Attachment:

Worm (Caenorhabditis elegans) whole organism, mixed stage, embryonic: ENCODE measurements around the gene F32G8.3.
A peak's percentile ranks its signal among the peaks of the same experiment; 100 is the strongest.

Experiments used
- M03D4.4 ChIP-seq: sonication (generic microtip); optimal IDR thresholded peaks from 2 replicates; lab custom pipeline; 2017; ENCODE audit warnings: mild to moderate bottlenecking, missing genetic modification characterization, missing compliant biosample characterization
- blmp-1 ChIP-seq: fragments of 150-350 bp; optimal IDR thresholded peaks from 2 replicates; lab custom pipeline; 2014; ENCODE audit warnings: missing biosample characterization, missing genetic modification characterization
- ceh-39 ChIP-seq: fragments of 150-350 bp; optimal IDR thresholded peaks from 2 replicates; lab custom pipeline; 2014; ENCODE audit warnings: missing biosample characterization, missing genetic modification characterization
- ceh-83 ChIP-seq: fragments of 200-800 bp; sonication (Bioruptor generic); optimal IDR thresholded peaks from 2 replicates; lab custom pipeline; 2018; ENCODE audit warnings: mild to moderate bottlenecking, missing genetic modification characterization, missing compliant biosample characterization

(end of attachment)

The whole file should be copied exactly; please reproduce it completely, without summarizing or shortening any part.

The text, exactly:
Worm (Caenorhabditis elegans) whole organism, mixed stage, embryonic: ENCODE measurements around the gene F32G8.3.
A peak's percentile ranks its signal among the peaks of the same experiment; 100 is the strongest.

Experiments used
- M03D4.4 ChIP-seq: sonication (generic microtip); optimal IDR thresholded peaks from 2 replicates; lab custom pipeline; 2017; ENCODE audit warnings: mild to moderate bottlenecking, missing genetic modification characterization, missing compliant biosample characterization
- blmp-1 ChIP-seq: fragments of 150-350 bp; optimal IDR thresholded peaks from 2 replicates; lab custom pipeline; 2014; ENCODE audit warnings: missing biosample characterization, missing genetic modification characterization
- ceh-39 ChIP-seq: fragments of 150-350 bp; optimal IDR thresholded peaks from 2 replicates; lab custom pipeline; 2014; ENCODE audit warnings: missing biosample characterization, missing genetic modification characterization
- ceh-83 ChIP-seq: fragments of 200-800 bp; sonication (Bioruptor generic); optimal IDR thresholded peaks from 2 replicates; lab custom pipeline; 2018; ENCODE audit warnings: mild to moderate bottlenecking, missing genetic modification characterization, missing compliant biosample characterization